Mewling in fear, the thrall shivered in his hand.
“Do this well,” said Shaheen, “and the demon dies, thou shalt be a true djinn.”
The thrall flew.
The demon was laughing as it crushed the sorcerers to pulp, but then the thrall-arrow pierced its eye and the creature’s screams were like a thousand afrits shrieking and bewailing as the names of God scourged and burned it from within. It fell to its knees and the city shook. And in the instant of its death, the blood-magic drained utterly away, returning to the luminiferous aether whence it sprang, just as with the monstrous scorpion Roshan once had killed. And Shaheen breathed again.
Fluttering above the demon’s corpse, a misshapen finch once more, the thrall cried, “Is the demon dead, Great One? Am I now a true djinn?”
“It is, and thou art,” called Shaheen.
Triumphant, the thrall flew to return to him, but an archer’s mistimed arrow struck its wing. It fell to the tumbled wall. And as the stones drank its blood, cruel laughter stabbed Shaheen.
“Child! To me! Now!” he called. Too late.
The finch that rose flawless from the stones became a falcon, then a mighty eagle. Landing beside Shaheen, the thrall took mortal form – no longer a child, no longer deformed, but a youth, hale, handsome, and growing in strength.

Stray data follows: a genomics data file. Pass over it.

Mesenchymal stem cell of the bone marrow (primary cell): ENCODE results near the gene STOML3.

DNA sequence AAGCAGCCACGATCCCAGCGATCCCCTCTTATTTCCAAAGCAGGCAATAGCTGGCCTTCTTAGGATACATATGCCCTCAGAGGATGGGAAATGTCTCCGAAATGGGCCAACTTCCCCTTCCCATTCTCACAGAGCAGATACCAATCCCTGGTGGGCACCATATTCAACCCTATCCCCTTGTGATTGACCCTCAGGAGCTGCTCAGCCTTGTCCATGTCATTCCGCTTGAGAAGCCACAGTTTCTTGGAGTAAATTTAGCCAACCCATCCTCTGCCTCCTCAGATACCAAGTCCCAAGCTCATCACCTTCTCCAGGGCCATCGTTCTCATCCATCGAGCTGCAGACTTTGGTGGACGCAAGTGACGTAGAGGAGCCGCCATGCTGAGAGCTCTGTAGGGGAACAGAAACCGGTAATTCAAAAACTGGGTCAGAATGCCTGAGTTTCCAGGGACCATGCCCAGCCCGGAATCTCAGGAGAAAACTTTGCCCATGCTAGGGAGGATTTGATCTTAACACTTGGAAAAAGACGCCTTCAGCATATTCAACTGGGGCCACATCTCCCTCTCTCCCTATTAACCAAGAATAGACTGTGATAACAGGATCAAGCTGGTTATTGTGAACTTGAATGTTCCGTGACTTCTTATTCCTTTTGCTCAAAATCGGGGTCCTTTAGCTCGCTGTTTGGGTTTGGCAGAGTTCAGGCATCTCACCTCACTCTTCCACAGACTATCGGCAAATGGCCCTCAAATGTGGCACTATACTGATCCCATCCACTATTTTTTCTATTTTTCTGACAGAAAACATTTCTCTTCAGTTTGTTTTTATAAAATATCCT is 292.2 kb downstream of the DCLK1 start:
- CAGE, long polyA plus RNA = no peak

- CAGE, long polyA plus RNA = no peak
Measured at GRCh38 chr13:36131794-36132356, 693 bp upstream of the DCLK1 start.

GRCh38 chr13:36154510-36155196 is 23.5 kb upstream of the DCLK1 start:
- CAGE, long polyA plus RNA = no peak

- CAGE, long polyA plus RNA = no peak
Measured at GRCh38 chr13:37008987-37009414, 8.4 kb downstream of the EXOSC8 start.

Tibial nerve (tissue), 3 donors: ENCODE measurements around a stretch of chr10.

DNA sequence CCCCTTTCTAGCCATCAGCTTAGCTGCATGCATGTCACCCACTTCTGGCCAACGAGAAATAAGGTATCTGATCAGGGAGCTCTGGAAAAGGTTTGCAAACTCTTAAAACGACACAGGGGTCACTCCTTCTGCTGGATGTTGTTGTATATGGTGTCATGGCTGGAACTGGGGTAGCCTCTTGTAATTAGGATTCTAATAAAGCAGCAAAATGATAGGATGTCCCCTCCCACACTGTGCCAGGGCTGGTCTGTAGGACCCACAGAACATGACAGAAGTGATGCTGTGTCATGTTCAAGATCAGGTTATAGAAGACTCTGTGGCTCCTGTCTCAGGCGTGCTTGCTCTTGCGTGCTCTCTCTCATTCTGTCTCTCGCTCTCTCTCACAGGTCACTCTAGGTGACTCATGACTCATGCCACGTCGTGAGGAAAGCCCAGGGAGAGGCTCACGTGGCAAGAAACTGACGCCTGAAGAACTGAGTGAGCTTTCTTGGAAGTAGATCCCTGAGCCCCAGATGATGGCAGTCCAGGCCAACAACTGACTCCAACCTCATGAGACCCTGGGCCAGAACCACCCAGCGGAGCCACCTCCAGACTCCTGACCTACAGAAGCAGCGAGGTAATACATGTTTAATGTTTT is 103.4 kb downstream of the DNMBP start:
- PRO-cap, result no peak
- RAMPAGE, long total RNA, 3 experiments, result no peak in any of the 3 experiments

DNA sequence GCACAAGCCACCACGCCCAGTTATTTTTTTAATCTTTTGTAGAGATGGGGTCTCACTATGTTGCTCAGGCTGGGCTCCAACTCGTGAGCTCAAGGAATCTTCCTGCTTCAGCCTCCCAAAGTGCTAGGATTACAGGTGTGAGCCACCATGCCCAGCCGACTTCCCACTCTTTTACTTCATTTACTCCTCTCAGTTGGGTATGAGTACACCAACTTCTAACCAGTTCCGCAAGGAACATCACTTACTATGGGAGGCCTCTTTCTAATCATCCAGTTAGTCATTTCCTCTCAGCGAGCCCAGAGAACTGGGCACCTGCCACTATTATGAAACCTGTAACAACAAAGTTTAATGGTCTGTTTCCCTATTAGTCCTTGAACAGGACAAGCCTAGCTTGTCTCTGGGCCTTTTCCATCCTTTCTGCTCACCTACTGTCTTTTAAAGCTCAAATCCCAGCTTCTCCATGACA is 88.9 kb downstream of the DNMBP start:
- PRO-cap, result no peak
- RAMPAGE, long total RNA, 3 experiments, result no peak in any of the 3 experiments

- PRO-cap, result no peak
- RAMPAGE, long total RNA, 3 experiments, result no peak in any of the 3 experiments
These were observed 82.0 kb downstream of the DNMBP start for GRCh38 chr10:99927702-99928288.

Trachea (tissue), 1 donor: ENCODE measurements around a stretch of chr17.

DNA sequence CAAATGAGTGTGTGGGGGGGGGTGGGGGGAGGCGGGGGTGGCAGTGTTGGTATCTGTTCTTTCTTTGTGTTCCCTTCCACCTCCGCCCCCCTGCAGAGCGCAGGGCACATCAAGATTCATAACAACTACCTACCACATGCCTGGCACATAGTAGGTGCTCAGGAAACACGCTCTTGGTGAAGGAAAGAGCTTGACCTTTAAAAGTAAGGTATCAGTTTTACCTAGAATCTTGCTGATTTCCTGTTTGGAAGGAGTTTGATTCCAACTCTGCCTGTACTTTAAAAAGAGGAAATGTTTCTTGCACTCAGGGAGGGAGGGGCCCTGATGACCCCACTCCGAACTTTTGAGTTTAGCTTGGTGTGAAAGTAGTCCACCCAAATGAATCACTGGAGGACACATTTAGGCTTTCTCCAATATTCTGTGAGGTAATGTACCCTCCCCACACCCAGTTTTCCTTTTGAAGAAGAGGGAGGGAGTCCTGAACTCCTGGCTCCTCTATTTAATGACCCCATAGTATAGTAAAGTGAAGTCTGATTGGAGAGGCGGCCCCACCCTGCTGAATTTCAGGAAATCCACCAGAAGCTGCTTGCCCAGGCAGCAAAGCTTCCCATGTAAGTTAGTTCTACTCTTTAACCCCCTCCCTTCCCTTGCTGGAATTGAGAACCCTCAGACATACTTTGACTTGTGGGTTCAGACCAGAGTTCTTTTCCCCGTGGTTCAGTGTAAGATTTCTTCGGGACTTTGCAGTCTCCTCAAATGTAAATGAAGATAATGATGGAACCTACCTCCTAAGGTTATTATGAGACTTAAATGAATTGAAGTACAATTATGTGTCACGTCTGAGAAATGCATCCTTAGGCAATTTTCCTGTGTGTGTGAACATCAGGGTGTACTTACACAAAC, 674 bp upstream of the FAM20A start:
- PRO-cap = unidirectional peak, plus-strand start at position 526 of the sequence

“I am strong, Great One! I am like thee! I can kill my master. Kill all the humans!” Power flooded the thrall, and it danced clumsily around the tower, singing, “Kill! Kill! Kill the humans!”
Pity again seized Shaheen, but he struck. As a dagger, he thrust himself into the thrall’s heart, there expanded his form, and the thrall’s body burst asunder. The blood-magic dissipated on the instant, the laughter of the stones turning to a scream of rage, and only a dead, mutilated child remained.
Once again in human form, Shaheen took the child into his arms. Still was he cradling the child when, hours later, Roshan appeared beside him holding the silken panel. No questions did Roshan ask, but gently laid his hand upon Shaheen’s shoulder.
“Dear friend, I crave forgiveness for intruding on thy grief, but we have need of thee. Dead are the sorcerers taken by the demon, and though the one who rode the carpet yet lives, his injuries are mortal. I beg thee, come and heal him.”